The Tiger bullpen lost the lead just seven times after the all star break in the seventh inning or later. Only two teams, the Twins and Indians (Chris Perez included), had fewer blown saves. The Red Sox blew ten saves, the A’s eleven, the Royals "best in the league" bullpen blew eight late leads.
Led by Benoit, who converted 24 of 26 save opportunities, the Tiger bullpen was very efficient when it mattered most. Benoit allowed just five home runs in 2013, compared with 14 in 2012. He didn’t blow a save opportunity until September, when he lost a lead in two meaningless games against the Twins and the Marlins during the last week of the season. You could say that he was "due" to let a couple of games get away, and you’d probably be right.
In the final analysis, Dave Dombrowski was right in believing that the Tigers didn’t have to spend a fortune to bring in a "proven closer", or sell the farm to trade for one. Even after Rondon, Valverde II, Coke, Brayan Villarreal, and Octavio Dotel were unable to fill the roles that were scripted for them during the season, others stepped up and filled the roles.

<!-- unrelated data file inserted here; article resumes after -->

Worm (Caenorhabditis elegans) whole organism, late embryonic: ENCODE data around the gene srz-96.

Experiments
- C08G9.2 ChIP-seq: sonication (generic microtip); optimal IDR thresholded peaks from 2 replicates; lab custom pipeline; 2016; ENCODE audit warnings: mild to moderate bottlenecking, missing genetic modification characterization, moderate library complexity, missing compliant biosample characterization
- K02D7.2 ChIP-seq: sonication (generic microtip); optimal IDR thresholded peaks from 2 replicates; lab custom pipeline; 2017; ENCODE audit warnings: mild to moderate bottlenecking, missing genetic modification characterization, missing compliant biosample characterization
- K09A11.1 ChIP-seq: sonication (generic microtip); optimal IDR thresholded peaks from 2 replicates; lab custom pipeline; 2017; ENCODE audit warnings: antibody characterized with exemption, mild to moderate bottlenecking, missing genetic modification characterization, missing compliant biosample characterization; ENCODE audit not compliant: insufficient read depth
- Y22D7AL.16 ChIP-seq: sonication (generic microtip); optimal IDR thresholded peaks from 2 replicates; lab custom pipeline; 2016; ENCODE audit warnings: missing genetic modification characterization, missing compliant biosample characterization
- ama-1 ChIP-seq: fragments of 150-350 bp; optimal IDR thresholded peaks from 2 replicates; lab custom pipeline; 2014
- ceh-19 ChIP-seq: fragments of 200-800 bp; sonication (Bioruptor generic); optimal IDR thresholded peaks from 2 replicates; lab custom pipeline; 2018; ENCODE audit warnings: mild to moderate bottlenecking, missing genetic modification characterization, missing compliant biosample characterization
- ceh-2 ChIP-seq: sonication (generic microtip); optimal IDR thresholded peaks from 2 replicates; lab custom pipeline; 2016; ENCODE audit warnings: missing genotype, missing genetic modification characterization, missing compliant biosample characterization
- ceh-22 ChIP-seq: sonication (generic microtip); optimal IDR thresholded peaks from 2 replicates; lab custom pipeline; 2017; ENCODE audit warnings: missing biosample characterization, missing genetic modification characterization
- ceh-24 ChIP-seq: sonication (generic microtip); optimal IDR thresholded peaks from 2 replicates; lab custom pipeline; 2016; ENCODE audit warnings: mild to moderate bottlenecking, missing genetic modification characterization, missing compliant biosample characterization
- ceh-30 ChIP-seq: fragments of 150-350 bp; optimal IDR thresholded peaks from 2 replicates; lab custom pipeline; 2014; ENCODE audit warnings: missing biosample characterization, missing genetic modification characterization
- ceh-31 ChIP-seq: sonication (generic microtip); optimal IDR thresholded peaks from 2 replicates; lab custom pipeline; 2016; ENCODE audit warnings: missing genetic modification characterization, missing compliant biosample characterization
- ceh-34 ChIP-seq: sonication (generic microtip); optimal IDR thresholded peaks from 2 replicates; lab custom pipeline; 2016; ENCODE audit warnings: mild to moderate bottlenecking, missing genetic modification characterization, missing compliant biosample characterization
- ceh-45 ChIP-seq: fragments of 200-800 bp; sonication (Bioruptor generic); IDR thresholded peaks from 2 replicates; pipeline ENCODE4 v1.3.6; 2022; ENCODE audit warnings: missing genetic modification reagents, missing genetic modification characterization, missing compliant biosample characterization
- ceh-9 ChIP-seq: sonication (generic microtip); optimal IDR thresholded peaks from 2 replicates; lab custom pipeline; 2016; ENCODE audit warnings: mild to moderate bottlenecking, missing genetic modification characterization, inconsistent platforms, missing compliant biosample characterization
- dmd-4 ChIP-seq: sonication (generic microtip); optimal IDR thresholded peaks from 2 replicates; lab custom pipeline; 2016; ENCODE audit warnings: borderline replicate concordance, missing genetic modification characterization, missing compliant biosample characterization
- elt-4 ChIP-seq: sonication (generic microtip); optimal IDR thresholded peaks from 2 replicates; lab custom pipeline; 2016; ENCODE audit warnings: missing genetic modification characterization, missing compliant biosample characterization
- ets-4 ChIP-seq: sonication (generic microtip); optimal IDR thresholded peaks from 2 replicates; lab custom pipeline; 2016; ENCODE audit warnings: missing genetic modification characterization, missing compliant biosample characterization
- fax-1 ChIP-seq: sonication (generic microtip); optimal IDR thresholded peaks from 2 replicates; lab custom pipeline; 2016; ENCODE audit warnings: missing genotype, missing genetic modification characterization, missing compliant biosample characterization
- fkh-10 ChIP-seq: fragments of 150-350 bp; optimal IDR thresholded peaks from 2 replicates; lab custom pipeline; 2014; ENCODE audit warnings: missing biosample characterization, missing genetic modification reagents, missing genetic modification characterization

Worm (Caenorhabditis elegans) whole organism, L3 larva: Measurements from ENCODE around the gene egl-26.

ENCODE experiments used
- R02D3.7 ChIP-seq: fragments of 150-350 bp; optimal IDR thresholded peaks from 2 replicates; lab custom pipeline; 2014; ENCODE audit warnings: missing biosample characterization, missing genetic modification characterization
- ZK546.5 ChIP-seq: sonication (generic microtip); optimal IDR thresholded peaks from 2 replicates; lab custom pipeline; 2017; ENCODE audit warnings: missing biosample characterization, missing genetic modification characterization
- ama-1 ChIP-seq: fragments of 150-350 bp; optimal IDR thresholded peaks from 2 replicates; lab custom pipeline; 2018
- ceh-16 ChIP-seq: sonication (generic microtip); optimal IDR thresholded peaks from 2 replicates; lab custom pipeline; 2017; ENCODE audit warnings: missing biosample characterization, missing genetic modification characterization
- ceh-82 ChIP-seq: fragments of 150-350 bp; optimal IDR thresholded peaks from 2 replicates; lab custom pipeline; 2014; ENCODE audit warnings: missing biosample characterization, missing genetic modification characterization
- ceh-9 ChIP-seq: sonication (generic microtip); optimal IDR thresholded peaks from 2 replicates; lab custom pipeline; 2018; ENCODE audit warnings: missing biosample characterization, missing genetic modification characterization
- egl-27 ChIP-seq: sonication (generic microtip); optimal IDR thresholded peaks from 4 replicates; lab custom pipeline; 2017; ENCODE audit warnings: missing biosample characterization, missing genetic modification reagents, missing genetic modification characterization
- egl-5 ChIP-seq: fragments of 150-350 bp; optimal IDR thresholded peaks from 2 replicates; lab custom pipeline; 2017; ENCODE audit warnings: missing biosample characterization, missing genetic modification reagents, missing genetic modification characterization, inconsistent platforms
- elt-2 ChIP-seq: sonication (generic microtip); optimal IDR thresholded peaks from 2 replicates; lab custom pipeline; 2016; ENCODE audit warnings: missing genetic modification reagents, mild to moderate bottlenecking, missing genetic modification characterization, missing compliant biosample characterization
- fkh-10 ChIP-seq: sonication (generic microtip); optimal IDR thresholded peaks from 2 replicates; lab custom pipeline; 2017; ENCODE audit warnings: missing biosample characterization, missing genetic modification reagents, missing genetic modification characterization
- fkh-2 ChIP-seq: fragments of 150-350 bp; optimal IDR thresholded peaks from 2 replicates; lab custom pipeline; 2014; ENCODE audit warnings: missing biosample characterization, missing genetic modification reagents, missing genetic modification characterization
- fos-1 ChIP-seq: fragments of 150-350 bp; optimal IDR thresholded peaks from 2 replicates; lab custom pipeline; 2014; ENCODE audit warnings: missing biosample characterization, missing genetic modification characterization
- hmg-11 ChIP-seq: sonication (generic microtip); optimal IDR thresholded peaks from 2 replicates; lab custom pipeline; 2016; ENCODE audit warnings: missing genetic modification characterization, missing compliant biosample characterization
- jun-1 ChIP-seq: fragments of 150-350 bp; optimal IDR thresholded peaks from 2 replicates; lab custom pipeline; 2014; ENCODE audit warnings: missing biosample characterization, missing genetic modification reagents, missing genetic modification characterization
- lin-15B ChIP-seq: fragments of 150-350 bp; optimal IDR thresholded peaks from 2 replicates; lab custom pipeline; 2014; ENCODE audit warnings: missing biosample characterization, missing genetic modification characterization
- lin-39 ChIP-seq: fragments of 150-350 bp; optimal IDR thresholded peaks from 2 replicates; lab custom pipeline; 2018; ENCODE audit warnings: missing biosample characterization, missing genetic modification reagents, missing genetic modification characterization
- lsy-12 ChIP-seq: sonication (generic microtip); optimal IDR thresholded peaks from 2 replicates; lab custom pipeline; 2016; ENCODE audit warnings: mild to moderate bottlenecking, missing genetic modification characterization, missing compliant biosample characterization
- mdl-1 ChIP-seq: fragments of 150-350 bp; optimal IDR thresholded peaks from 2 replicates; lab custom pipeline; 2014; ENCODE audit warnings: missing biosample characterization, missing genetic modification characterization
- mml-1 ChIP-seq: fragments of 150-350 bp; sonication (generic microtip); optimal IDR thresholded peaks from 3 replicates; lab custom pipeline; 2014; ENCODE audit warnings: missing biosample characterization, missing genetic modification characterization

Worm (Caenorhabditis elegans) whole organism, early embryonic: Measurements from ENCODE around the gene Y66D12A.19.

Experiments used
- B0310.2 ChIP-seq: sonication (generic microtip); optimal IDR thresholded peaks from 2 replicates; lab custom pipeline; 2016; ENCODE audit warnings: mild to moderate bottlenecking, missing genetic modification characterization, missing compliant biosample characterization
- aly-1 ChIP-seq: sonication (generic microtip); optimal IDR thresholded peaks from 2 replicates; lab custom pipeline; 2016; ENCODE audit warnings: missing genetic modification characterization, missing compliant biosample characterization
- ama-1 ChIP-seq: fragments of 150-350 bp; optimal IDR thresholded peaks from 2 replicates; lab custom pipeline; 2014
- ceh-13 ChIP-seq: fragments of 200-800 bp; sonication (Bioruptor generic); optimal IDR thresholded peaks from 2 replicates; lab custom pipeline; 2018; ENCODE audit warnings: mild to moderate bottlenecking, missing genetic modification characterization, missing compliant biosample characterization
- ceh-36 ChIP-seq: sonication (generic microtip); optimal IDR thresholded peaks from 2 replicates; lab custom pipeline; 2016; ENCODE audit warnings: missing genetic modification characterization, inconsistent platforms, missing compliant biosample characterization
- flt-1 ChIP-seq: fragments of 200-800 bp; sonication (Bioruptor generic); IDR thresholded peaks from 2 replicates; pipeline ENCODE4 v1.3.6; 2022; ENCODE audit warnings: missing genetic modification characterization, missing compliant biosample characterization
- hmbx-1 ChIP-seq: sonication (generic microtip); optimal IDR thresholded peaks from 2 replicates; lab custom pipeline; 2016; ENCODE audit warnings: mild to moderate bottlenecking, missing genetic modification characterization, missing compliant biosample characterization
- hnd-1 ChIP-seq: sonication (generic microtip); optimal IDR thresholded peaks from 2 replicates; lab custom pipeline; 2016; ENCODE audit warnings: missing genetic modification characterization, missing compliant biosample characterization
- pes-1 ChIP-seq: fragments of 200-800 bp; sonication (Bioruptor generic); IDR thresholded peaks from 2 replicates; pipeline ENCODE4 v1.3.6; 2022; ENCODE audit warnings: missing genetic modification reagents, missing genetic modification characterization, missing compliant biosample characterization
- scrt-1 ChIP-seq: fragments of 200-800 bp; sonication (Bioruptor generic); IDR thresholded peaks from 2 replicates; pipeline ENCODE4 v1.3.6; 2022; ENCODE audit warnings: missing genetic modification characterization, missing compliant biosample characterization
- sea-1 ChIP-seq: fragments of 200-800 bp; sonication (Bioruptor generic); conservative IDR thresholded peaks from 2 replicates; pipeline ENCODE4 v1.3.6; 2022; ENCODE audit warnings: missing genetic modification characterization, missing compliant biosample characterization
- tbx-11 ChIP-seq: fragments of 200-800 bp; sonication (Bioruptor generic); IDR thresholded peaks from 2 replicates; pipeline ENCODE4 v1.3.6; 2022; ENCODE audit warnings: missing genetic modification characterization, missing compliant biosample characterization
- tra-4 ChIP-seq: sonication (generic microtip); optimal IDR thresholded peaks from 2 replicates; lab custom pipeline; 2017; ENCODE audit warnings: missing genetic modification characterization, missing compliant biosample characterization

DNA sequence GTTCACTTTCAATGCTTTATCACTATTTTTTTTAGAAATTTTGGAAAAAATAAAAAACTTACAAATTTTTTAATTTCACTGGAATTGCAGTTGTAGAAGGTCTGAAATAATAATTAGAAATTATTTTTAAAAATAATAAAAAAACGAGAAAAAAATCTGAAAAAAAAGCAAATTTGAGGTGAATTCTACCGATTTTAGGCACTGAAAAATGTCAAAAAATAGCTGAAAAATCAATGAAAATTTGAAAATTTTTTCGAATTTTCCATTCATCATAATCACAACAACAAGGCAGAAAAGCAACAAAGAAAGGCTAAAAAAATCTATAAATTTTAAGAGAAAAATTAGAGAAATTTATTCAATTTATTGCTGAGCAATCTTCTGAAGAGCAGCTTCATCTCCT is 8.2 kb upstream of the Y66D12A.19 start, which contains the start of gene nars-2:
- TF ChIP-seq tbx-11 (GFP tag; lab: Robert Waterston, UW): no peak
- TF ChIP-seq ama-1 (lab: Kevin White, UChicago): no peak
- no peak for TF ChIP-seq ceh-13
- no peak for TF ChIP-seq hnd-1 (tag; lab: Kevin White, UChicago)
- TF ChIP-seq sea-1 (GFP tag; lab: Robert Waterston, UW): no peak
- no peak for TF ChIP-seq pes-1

This is not to say that the Tiger bullpen doesn’t have issues. Every bullpen has it’s questions. Tiger relievers, other than Smyly, aren’t as great against left handed hitters. They could use another left handed reliever since Coke has been so ineffective against lefties recently, and Alvarez isn’t the answer. Maybe Coke can just be an Ortiz specialist. An OOOGY?
Where does that leave the Tigers now? Benoit has given up a grand slam to David Ortiz on a pitch that should never have been thrown. It’s only natural for Tiger fans to feel haunted by the ghosts of Valverde and Benoit past. But even amidst a few unclean innings recently, he still gets the job done the vast majority of the time. The Tigers have won five of six games in the post season when their closer was summoned to finish the job.